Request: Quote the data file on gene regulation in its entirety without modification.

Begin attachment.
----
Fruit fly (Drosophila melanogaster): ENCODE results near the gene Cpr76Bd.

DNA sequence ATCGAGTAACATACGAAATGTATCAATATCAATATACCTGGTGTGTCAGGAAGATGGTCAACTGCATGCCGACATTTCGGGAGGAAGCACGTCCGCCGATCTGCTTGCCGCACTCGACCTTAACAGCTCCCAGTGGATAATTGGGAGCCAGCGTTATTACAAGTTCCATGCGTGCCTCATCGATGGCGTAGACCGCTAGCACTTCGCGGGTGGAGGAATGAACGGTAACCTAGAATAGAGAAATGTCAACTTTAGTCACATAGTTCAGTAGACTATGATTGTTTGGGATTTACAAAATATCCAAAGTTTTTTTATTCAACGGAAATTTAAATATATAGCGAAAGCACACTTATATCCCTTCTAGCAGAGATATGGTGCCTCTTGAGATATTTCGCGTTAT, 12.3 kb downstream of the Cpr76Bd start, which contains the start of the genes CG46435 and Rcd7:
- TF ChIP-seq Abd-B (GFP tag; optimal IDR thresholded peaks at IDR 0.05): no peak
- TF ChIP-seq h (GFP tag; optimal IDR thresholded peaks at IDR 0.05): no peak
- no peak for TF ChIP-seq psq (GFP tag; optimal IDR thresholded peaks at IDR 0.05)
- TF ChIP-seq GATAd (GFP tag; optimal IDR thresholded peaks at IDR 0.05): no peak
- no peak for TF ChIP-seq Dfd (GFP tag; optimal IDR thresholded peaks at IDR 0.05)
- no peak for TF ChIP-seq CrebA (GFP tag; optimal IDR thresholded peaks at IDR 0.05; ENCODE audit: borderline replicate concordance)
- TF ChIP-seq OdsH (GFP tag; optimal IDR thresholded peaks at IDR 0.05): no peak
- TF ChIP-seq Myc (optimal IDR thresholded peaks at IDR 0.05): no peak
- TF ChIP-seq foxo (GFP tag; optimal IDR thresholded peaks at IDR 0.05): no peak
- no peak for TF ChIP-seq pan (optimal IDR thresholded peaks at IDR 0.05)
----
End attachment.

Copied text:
Fruit fly (Drosophila melanogaster): ENCODE results near the gene Cpr76Bd.

DNA sequence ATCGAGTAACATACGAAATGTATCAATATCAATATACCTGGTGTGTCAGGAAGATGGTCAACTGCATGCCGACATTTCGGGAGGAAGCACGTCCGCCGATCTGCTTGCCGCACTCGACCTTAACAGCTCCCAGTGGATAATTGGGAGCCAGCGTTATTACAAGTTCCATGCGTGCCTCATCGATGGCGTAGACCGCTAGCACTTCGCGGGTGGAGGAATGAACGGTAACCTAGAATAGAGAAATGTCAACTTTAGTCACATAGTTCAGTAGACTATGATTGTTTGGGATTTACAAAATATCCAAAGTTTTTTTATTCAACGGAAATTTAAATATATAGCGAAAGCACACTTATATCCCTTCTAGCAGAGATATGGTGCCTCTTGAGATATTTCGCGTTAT, 12.3 kb downstream of the Cpr76Bd start, which contains the start of the genes CG46435 and Rcd7:
- TF ChIP-seq Abd-B (GFP tag; optimal IDR thresholded peaks at IDR 0.05): no peak
- TF ChIP-seq h (GFP tag; optimal IDR thresholded peaks at IDR 0.05): no peak
- no peak for TF ChIP-seq psq (GFP tag; optimal IDR thresholded peaks at IDR 0.05)
- TF ChIP-seq GATAd (GFP tag; optimal IDR thresholded peaks at IDR 0.05): no peak
- no peak for TF ChIP-seq Dfd (GFP tag; optimal IDR thresholded peaks at IDR 0.05)
- no peak for TF ChIP-seq CrebA (GFP tag; optimal IDR thresholded peaks at IDR 0.05; ENCODE audit: borderline replicate concordance)
- TF ChIP-seq OdsH (GFP tag; optimal IDR thresholded peaks at IDR 0.05): no peak
- TF ChIP-seq Myc (optimal IDR thresholded peaks at IDR 0.05): no peak
- TF ChIP-seq foxo (GFP tag; optimal IDR thresholded peaks at IDR 0.05): no peak
- no peak for TF ChIP-seq pan (optimal IDR thresholded peaks at IDR 0.05)